This editorial letter originally appeared in WWD October 2021 issue as "The Utility Conundrum"
As I write this editorial letter, the drought in the U.S. West continues on a path toward extreme water scarcity. Wildfires continue to rage. Water resources are scarce, particularly for agricultural and industrial users. And for the first time ever, the federal government instituted an emergency declaration due to the levels in Lake Mead, which are now the lowest seen in four decades.
Meanwhile, the southern and eastern U.S. were victim to Hurricane Ida, which ravaged New Orleans and other coastal communities, and the aftershock of the storm led to extreme rainfall in the Northeast, notably New York City. In some cases, lift stations and sewers stopped working entirely because they were unable to handle these flows due to heavy rain.
It’s a scary situation to witness, and as we’ve seen in the past four to five years, extreme weather events have become a major challenge for water and wastewater utilities. It poses significant questions, some of which are philosophical, and most of which come down to a numbers game. Do you prepare for the 50-year, 100-year and 500-year storms? How much do you invest in the solutions for this? Do you oversize your lift stations, placing a continuous burden on your community to run pumps that are too large?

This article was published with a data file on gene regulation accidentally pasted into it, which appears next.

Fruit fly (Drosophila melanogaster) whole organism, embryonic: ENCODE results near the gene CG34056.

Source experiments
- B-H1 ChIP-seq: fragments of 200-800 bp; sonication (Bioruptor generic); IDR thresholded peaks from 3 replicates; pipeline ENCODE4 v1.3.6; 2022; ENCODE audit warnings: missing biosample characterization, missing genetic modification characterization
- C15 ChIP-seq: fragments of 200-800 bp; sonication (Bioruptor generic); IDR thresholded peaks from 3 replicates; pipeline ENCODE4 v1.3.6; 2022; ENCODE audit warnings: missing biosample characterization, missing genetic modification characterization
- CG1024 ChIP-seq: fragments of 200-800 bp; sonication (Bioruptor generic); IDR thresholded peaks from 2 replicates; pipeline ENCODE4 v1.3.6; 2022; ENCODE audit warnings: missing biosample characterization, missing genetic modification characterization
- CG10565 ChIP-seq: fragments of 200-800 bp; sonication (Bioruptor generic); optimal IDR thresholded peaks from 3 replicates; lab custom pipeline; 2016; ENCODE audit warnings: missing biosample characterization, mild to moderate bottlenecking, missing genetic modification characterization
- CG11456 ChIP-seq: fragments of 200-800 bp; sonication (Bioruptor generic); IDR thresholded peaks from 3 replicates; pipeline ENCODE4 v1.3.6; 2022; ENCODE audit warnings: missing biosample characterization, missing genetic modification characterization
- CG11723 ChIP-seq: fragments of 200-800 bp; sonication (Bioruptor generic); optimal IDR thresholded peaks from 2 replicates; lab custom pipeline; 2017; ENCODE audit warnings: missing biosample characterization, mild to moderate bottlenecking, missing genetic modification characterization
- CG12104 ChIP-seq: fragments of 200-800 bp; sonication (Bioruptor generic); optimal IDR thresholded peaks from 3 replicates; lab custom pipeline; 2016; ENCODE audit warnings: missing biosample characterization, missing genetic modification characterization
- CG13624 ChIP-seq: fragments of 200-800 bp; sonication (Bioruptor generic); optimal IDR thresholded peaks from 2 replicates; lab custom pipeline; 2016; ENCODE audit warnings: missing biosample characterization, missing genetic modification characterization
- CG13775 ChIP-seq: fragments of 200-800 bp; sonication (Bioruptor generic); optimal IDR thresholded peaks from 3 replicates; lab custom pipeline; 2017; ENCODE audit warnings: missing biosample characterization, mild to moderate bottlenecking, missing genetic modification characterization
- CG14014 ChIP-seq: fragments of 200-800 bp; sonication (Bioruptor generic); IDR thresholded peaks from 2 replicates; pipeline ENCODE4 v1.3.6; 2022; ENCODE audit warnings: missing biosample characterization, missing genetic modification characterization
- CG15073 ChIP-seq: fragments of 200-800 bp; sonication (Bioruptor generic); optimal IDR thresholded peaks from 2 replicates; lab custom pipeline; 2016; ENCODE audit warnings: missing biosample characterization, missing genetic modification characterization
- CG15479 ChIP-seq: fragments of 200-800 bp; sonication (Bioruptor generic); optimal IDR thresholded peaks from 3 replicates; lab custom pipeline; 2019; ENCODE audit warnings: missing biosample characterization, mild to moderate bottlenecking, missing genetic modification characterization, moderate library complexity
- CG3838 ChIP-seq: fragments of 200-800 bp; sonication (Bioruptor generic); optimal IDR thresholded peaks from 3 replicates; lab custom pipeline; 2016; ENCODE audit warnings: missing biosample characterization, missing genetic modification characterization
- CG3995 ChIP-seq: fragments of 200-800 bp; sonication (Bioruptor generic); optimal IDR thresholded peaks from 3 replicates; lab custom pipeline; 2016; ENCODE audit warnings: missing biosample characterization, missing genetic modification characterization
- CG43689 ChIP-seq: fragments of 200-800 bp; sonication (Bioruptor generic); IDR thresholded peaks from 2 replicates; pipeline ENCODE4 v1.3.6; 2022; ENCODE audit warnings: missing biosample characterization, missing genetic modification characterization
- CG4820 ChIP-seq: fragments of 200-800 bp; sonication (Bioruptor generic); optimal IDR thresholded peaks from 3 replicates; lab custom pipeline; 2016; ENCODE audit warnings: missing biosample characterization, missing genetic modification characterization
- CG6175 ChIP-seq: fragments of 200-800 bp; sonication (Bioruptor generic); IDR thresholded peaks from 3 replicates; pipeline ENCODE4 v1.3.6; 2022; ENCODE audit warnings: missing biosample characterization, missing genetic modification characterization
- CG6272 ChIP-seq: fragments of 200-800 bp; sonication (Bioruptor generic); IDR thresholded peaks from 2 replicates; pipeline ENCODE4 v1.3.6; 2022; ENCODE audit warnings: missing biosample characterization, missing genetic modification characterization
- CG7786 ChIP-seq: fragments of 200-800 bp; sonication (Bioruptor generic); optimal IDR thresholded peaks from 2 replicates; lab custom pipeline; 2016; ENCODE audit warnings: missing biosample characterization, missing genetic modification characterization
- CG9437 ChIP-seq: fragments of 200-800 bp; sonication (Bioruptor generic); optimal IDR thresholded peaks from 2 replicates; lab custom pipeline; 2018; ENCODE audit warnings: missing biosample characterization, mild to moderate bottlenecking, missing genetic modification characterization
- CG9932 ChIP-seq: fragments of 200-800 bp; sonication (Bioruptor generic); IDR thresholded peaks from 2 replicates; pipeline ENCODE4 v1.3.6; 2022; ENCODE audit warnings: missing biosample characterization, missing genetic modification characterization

And how does this resilience interface with the other demands and mandates coming down the pike, such as the Lead & Copper Rule Revision and the current push of PFAS as hazardous chemicals in the Safe Drinking Water Act? With money so tight for so many utilities, it feels like an either/or situation: either fix lead service lines or prepare for the next weather event.
This leads me once again to the Infrastructure Investment and Jobs Act, which is set for a vote in the U.S. House of Representatives. Funding from this bill, should it pass and be signed into law, will be unlike anything the U.S. water and wastewater industry has ever seen. To put it in context, according to a 2015 Congressional Budget Office report on federal infrastructure spending, federal spending from 1956 to 2014 on Water Resources ($269 billion) and Water Utilities ($163 billion) was $432 billion combined. The proposed funding in the infrastructure bill is $55 billion.
That is an enormous sum of money in historical context. So perhaps those conundrums won’t be conundrums for much longer.